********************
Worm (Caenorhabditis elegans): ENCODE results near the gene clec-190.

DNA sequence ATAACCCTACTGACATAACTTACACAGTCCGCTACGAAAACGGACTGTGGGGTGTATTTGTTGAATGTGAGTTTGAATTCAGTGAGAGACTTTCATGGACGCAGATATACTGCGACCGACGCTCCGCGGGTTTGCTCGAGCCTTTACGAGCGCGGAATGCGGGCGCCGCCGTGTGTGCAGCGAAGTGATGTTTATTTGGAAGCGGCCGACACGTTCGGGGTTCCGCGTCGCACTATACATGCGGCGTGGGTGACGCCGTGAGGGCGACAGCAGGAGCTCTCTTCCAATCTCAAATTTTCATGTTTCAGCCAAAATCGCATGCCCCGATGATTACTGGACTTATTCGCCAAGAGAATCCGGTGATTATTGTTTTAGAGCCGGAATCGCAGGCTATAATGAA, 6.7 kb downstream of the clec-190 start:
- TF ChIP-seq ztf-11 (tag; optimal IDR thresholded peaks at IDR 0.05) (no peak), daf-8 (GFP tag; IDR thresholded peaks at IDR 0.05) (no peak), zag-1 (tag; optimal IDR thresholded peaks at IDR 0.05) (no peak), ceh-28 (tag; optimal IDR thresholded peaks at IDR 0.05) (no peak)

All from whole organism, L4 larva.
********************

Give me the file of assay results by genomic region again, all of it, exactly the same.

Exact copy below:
Worm (Caenorhabditis elegans): ENCODE results near the gene clec-190.

DNA sequence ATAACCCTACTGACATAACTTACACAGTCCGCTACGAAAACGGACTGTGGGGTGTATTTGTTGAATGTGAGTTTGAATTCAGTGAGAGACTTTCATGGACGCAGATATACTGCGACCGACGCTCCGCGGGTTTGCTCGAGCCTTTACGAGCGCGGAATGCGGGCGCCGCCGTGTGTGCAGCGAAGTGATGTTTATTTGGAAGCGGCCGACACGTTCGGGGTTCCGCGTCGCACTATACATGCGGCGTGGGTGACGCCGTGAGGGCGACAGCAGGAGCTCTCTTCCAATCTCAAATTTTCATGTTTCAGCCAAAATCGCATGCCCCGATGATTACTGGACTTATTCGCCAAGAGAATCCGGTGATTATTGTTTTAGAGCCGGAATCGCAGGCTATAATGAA, 6.7 kb downstream of the clec-190 start:
- TF ChIP-seq ztf-11 (tag; optimal IDR thresholded peaks at IDR 0.05) (no peak), daf-8 (GFP tag; IDR thresholded peaks at IDR 0.05) (no peak), zag-1 (tag; optimal IDR thresholded peaks at IDR 0.05) (no peak), ceh-28 (tag; optimal IDR thresholded peaks at IDR 0.05) (no peak)

All from whole organism, L4 larva.